In our last post on Intelligent Healthcare, we talked a bit about Electronic Healthcare Record systems. EHR/EMR technology is an important piece of the larger set of clinical systems as it represents a patient centric organizational framework. However; EHRs are only part of a larger picture. One area that is particularly promising for the application of Semantic technology to healthcare is process management. When we discuss process management in this context, we’re not talking about traditional process management software solutions. Healthcare process management is in a sense a formalization of (medical) practice approaches that for the most part aren’t automated and in many cases likely never can be fully automated.
Posts Tagged ‘Intelligent Healthcare’
Much if not all of the discussion over the past two years in regards to Healthcare Modernization has revolved around the deployment of Electronic Health Records (EHR) systems. Monies were budgeted to EHR adoption in last year’s Stimulus package and more monies will be allocated towards EHR adoption as a result of the recent Healthcare Reform package. So what does this all mean in regards to Intelligent Healthcare and the application of Semantic technology? First we’ll need to take a closer look at EHRs.
Over the past twenty years, a number of standards groups have arisen to develop, manage or reconcile Healthcare data or IT-related standards. Much of the focus over the past decade has been dedicated specifically to data exchange standards and identifying standard data elements for various sub-domains of Healthcare practice automation. The primary standards bodies involved in these activities include but are not limited to the following organizations:
Of all the areas where Semantic Technology may help to transform current practices, no one area may be impacted more than Science.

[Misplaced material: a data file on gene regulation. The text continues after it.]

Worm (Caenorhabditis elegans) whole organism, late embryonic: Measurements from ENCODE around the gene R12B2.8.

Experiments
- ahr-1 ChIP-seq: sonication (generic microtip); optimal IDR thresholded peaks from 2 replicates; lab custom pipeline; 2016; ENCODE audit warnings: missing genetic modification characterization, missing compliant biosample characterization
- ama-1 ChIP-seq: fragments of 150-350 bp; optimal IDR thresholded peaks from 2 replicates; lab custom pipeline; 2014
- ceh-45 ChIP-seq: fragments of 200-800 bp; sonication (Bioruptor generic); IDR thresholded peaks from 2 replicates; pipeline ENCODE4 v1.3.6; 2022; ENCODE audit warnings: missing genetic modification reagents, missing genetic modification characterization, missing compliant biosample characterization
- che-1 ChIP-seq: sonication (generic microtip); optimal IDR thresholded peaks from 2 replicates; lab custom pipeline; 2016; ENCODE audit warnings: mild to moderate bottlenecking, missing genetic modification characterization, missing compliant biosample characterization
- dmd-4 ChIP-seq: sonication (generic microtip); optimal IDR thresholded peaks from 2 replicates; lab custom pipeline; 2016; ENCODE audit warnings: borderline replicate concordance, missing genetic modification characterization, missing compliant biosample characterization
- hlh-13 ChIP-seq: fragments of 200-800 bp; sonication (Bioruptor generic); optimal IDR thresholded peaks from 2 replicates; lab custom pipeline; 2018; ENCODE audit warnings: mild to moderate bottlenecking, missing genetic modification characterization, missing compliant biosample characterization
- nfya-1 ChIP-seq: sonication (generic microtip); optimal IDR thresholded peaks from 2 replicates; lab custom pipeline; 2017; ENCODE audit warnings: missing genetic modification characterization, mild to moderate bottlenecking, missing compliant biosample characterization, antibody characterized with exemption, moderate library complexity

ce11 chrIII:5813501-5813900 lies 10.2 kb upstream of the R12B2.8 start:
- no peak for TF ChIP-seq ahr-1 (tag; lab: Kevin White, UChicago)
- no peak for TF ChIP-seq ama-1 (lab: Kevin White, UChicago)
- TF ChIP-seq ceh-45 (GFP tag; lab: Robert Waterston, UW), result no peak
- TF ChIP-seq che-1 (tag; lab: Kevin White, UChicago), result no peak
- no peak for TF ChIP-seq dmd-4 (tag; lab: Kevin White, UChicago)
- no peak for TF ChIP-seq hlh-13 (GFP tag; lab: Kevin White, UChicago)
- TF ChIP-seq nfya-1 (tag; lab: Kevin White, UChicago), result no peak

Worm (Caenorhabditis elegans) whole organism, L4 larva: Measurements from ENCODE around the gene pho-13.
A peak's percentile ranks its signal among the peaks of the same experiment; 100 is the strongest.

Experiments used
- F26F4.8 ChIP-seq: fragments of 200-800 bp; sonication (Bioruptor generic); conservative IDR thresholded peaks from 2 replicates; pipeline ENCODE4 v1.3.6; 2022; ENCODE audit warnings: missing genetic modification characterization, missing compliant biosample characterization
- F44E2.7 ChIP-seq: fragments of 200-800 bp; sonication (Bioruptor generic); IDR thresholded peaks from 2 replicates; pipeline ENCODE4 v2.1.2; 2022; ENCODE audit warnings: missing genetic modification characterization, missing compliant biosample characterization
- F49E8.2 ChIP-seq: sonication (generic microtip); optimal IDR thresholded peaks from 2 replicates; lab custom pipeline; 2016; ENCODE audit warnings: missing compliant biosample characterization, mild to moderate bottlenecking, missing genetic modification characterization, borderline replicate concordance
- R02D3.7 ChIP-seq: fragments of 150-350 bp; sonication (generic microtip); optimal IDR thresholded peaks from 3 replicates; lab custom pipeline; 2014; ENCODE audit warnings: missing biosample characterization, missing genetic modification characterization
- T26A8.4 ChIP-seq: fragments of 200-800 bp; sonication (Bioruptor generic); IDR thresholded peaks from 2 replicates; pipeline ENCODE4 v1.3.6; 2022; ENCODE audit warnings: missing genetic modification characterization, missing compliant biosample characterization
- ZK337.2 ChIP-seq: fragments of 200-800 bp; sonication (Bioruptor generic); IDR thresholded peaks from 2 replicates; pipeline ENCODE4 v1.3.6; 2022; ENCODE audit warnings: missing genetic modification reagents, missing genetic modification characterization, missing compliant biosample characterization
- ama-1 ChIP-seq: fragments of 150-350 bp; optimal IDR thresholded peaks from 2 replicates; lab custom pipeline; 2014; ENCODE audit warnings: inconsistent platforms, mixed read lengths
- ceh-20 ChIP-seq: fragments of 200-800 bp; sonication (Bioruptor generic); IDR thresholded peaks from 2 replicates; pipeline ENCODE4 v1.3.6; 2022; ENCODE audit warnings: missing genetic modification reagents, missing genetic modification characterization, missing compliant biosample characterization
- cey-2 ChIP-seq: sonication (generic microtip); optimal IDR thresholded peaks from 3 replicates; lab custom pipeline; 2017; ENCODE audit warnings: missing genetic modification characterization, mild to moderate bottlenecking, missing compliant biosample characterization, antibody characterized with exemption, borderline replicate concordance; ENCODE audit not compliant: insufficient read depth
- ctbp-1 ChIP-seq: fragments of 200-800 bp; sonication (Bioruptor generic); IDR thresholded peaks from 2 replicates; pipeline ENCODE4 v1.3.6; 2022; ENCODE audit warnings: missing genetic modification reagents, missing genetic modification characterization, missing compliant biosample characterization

I’ll distinguish empirical science from the myriad of other sciences by stating that it is characterized more by processes designed to facilitate discovery – the scientific method. The goal of empirical science is to solve problems, it does so through answering a series of questions, often through use of experimentation. Of the IT domains I’ve discussed previously the one that is most involved in pure science is Healthcare, so let’s take a look at that for moment.
Integration is more than the coding of application or data interfaces. When dealing with complex integration within or across enterprises, there must be sufficient discipline to achieve reproducible results. Furthermore, that discipline must be tailored to the unique requirements of the domain/s in question. Few domains are as complex as Healthcare. Even more important perhaps is that integration cannot be viewed outside of the context of the outcomes within the domains they are meant to serve. Technical success may not translate to process or performance improvement if the relationships between domain goals and enabling technologies aren’t properly understood. Some of the basic concepts associated with our IH include the following: